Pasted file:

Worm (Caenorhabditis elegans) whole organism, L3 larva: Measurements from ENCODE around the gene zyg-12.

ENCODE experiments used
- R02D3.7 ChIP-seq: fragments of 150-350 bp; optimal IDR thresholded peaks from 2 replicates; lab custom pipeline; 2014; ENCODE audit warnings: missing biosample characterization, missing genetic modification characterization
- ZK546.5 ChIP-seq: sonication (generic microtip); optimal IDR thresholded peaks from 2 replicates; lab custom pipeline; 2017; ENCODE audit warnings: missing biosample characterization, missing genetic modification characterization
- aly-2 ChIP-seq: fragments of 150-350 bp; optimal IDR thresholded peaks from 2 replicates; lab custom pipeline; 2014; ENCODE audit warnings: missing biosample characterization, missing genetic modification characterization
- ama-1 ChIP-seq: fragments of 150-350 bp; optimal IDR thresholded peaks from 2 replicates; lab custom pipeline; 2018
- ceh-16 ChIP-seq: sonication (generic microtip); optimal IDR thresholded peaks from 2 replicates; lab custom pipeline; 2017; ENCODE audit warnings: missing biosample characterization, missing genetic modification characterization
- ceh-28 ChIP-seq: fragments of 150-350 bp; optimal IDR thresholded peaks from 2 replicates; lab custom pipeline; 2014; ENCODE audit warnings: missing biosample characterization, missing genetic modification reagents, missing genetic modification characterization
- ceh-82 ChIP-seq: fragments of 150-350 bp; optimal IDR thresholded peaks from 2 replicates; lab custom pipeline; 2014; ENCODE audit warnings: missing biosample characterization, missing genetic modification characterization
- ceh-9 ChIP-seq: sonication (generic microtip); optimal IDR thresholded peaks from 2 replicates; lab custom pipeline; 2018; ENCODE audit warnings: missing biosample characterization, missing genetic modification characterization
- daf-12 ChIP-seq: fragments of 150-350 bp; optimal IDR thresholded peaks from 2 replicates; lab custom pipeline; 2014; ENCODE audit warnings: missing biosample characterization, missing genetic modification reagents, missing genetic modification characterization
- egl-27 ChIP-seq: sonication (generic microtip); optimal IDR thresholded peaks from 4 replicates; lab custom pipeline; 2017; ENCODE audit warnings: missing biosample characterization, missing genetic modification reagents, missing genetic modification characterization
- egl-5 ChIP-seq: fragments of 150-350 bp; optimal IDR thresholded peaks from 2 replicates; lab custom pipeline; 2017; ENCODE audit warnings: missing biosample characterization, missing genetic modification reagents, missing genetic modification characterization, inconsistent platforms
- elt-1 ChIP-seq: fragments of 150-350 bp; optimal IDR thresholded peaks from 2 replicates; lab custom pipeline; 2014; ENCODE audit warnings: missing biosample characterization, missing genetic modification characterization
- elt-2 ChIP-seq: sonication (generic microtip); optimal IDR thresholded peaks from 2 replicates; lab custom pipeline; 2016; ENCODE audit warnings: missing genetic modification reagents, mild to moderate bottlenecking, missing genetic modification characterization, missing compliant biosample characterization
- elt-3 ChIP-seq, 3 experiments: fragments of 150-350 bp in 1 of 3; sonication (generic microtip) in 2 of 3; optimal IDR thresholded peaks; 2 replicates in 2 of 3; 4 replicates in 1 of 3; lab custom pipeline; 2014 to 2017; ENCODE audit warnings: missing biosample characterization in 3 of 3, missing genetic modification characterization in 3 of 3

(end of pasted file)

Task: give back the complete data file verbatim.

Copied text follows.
Worm (Caenorhabditis elegans) whole organism, L3 larva: Measurements from ENCODE around the gene zyg-12.

ENCODE experiments used
- R02D3.7 ChIP-seq: fragments of 150-350 bp; optimal IDR thresholded peaks from 2 replicates; lab custom pipeline; 2014; ENCODE audit warnings: missing biosample characterization, missing genetic modification characterization
- ZK546.5 ChIP-seq: sonication (generic microtip); optimal IDR thresholded peaks from 2 replicates; lab custom pipeline; 2017; ENCODE audit warnings: missing biosample characterization, missing genetic modification characterization
- aly-2 ChIP-seq: fragments of 150-350 bp; optimal IDR thresholded peaks from 2 replicates; lab custom pipeline; 2014; ENCODE audit warnings: missing biosample characterization, missing genetic modification characterization
- ama-1 ChIP-seq: fragments of 150-350 bp; optimal IDR thresholded peaks from 2 replicates; lab custom pipeline; 2018
- ceh-16 ChIP-seq: sonication (generic microtip); optimal IDR thresholded peaks from 2 replicates; lab custom pipeline; 2017; ENCODE audit warnings: missing biosample characterization, missing genetic modification characterization
- ceh-28 ChIP-seq: fragments of 150-350 bp; optimal IDR thresholded peaks from 2 replicates; lab custom pipeline; 2014; ENCODE audit warnings: missing biosample characterization, missing genetic modification reagents, missing genetic modification characterization
- ceh-82 ChIP-seq: fragments of 150-350 bp; optimal IDR thresholded peaks from 2 replicates; lab custom pipeline; 2014; ENCODE audit warnings: missing biosample characterization, missing genetic modification characterization
- ceh-9 ChIP-seq: sonication (generic microtip); optimal IDR thresholded peaks from 2 replicates; lab custom pipeline; 2018; ENCODE audit warnings: missing biosample characterization, missing genetic modification characterization
- daf-12 ChIP-seq: fragments of 150-350 bp; optimal IDR thresholded peaks from 2 replicates; lab custom pipeline; 2014; ENCODE audit warnings: missing biosample characterization, missing genetic modification reagents, missing genetic modification characterization
- egl-27 ChIP-seq: sonication (generic microtip); optimal IDR thresholded peaks from 4 replicates; lab custom pipeline; 2017; ENCODE audit warnings: missing biosample characterization, missing genetic modification reagents, missing genetic modification characterization
- egl-5 ChIP-seq: fragments of 150-350 bp; optimal IDR thresholded peaks from 2 replicates; lab custom pipeline; 2017; ENCODE audit warnings: missing biosample characterization, missing genetic modification reagents, missing genetic modification characterization, inconsistent platforms
- elt-1 ChIP-seq: fragments of 150-350 bp; optimal IDR thresholded peaks from 2 replicates; lab custom pipeline; 2014; ENCODE audit warnings: missing biosample characterization, missing genetic modification characterization
- elt-2 ChIP-seq: sonication (generic microtip); optimal IDR thresholded peaks from 2 replicates; lab custom pipeline; 2016; ENCODE audit warnings: missing genetic modification reagents, mild to moderate bottlenecking, missing genetic modification characterization, missing compliant biosample characterization
- elt-3 ChIP-seq, 3 experiments: fragments of 150-350 bp in 1 of 3; sonication (generic microtip) in 2 of 3; optimal IDR thresholded peaks; 2 replicates in 2 of 3; 4 replicates in 1 of 3; lab custom pipeline; 2014 to 2017; ENCODE audit warnings: missing biosample characterization in 3 of 3, missing genetic modification characterization in 3 of 3